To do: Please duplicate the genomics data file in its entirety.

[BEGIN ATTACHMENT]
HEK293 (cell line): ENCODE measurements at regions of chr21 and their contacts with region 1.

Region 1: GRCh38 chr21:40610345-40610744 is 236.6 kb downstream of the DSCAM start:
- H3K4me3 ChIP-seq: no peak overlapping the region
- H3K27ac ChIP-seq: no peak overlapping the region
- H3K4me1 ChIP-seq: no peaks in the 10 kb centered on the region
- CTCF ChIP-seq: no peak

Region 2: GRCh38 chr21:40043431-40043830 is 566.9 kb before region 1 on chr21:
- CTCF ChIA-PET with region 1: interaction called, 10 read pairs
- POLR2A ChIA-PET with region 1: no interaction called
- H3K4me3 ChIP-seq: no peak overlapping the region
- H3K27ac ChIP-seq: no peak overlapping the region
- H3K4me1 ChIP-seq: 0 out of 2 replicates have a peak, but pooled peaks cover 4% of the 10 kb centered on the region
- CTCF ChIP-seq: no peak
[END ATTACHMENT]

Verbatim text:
HEK293 (cell line): ENCODE measurements at regions of chr21 and their contacts with region 1.

Region 1: GRCh38 chr21:40610345-40610744 is 236.6 kb downstream of the DSCAM start:
- H3K4me3 ChIP-seq: no peak overlapping the region
- H3K27ac ChIP-seq: no peak overlapping the region
- H3K4me1 ChIP-seq: no peaks in the 10 kb centered on the region
- CTCF ChIP-seq: no peak

Region 2: GRCh38 chr21:40043431-40043830 is 566.9 kb before region 1 on chr21:
- CTCF ChIA-PET with region 1: interaction called, 10 read pairs
- POLR2A ChIA-PET with region 1: no interaction called
- H3K4me3 ChIP-seq: no peak overlapping the region
- H3K27ac ChIP-seq: no peak overlapping the region
- H3K4me1 ChIP-seq: 0 out of 2 replicates have a peak, but pooled peaks cover 4% of the 10 kb centered on the region
- CTCF ChIP-seq: no peak